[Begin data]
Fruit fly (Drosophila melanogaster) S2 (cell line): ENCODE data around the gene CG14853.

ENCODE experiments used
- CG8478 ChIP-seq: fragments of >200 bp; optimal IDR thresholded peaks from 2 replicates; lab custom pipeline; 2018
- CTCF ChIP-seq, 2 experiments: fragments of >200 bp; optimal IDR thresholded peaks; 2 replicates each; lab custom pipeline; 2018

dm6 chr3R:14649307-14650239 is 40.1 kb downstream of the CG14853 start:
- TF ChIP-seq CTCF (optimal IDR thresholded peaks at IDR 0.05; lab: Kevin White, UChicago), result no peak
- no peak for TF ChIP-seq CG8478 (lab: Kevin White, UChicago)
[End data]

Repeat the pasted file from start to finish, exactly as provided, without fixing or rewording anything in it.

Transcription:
Fruit fly (Drosophila melanogaster) S2 (cell line): ENCODE data around the gene CG14853.

ENCODE experiments used
- CG8478 ChIP-seq: fragments of >200 bp; optimal IDR thresholded peaks from 2 replicates; lab custom pipeline; 2018
- CTCF ChIP-seq, 2 experiments: fragments of >200 bp; optimal IDR thresholded peaks; 2 replicates each; lab custom pipeline; 2018

dm6 chr3R:14649307-14650239 is 40.1 kb downstream of the CG14853 start:
- TF ChIP-seq CTCF (optimal IDR thresholded peaks at IDR 0.05; lab: Kevin White, UChicago), result no peak
- no peak for TF ChIP-seq CG8478 (lab: Kevin White, UChicago)